Elephant Ear VistaVision Camera

Mitchell VistaVision camera no. 6

From the sets of Cecil B. DeMille’s “The Ten Commandments” and Alfred Hitchcock’s “Vertigo”, we are delighted to present this complete Mitchell VistaVision camera package. This “Elephant Ear” VistaVision camera, MVV-6, was masterfully restored by my friend Mark Mervis, who collected, restored, and documented this historic camera package. VistaVision was a widescreen motion picture film process developed by Paramount Pictures in the early 1950's. During that era, all of the major studios were in a race to improve the quality of the images they put on screen. Paramount's John R. Bishop and Loren L. Ryder built the prototype VistaVision camera, dubbed the "Lazy-8", by modifying an old Fox "Natural Color" camera built in the 1920's by the William P. Stein Company. The Stein camera was designed to move 8 perforations of film per each pull-down cycle, which resulted in two pictures, one on top of the other, for this color process. Bishop and Ryder removed the divider that seperated the top and bottom frames of the original "Natural Color" system and, turning the camera on its side, now had 8 perforation pull-across for each film frame photographed. The original Stein VisionVision camera was fitted with Leica lenses, and after some testing, was used to film the holiday classic "White Christmas". After the success of "White Christmas", the first film shot in the new VistaVision format, Paramount Pictures committed itself to the VistaVision format for its entry into the widescreen realm. In 1954, Mitchell Camera Corporation was commissioned to make a smaller, more user-friendly VistaVision camera. This iteration of the VistaVision camera came to be lovingly referred to as the "Elephant Ear".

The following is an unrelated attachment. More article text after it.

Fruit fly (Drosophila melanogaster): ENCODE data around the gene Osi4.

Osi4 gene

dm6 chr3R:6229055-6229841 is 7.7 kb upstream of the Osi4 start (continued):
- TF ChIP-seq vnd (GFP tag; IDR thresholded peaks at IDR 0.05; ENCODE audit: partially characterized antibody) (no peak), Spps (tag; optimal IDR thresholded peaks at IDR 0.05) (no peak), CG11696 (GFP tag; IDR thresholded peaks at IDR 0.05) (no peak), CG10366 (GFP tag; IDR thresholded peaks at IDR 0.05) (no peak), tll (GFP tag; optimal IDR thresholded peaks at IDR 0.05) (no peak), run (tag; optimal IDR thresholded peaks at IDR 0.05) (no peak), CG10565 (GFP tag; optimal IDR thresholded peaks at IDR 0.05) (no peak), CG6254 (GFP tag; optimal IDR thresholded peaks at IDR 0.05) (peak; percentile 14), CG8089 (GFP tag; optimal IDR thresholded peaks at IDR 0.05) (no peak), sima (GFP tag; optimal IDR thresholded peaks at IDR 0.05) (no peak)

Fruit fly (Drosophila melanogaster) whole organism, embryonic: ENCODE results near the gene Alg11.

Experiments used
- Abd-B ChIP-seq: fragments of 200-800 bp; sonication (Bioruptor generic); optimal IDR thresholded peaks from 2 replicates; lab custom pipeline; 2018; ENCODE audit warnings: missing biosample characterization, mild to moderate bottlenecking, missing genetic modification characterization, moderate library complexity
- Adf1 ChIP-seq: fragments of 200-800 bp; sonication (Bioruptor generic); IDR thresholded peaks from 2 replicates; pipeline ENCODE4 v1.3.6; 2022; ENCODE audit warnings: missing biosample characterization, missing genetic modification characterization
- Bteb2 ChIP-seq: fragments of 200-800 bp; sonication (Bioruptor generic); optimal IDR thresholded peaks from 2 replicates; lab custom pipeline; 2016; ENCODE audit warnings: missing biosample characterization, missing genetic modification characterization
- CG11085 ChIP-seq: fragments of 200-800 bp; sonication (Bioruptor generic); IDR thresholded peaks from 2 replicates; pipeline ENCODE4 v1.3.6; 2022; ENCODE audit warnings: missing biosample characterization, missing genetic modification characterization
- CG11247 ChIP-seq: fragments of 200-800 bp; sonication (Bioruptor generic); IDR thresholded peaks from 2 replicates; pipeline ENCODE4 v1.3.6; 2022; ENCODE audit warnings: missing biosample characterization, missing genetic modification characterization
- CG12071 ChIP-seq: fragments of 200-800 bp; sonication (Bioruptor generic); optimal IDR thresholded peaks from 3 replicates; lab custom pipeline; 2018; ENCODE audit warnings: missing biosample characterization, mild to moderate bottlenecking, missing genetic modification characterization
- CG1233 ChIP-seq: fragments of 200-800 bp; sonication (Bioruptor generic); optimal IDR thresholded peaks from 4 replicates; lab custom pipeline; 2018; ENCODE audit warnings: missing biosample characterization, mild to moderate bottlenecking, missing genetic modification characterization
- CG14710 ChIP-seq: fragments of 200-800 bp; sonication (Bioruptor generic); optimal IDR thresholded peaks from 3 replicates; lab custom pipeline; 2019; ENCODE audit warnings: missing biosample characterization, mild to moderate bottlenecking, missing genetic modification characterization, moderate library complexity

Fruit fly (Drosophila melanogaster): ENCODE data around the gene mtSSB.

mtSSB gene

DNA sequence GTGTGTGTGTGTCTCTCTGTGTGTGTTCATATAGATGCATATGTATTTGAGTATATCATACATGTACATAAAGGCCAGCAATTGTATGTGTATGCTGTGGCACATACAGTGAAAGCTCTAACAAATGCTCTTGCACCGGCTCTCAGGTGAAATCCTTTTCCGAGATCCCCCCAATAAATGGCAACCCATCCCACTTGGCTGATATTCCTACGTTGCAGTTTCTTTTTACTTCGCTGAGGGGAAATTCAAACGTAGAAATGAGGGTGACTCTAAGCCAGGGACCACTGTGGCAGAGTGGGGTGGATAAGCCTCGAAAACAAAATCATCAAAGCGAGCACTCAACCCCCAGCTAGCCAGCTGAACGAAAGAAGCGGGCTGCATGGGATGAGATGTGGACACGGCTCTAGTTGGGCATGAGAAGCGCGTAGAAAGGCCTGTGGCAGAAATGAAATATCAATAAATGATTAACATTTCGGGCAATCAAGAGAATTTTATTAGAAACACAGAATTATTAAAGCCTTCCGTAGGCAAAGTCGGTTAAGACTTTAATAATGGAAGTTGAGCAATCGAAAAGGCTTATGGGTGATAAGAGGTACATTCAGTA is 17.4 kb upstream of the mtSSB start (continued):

This camera, MVV-6, was sold to Paramount Pictures in December 1954. It was delivered to Paramount, then promptly shipped to Egypt, where it was used as one of the principle cameras on the 1956 Cecil B. DeMille classic, "The Ten Commandments". An article about the making of the film appeared in the November 1956 issue of American Cinematographer magazine, and includes two pictures that clearly show MVV-6 on the set with the director, lead cinematographer Loyal Griggs, and star Yul Brynner. Additional research shows that MVV-6 was also used as a principle camera on the 1957 Alfred Hitchcock masterpiece "Vertigo". Mark's research at the Academy of Motion Picture Arts and Sciences Margaret Herrick Library turned up camera reports and script notes showing that MVV-6 worked more days of principle photography than any of the other cameras on this show.

What makes this collection so remarkable is Mark's dedication to finding and restoring all of the appropriate bits and pieces that would have been part of an "Elephant Ear" VistaVision production shooting package. Even though some of the pieces are from different serial number cameras, it is very rare to have all of the proper pieces in one place at one time.

The camera comes complete with:
1. MVV-6 camera body, body lift handles, magazine cavity caps, in the original aluminum camera case
2. matte box, iris rods, in a wooden case from MVV-20
3. 30VDC 24fps or 30fps crystal-controlled motor with variable speeds, power cable, buckle trip pigtail, case
4. top mount Mitchell viewfinder with partial set of mattes from MVV-3, Selsyn remote focus motor and hand control, aluminum AKS case from MVVHS-2
5. 2 sets of 2000’ magazines, 1 set in aluminum case, 1 set in wooden case
6. 1 set of 1000’ “air” magazines
7. VistaVision geared head with hand wheels (The hands wheels are usable, but bent and in need of repair.) Case is not original and not fitted.
8. blimp with sunshade and lens port window cap from MVV-21 (no case)
9. 85mm Summarex f1.5 lens in VistaVision Master Mount
10. Todd-AO stomp up hydraulic tripod/dolly
$54,000 Item #C12071



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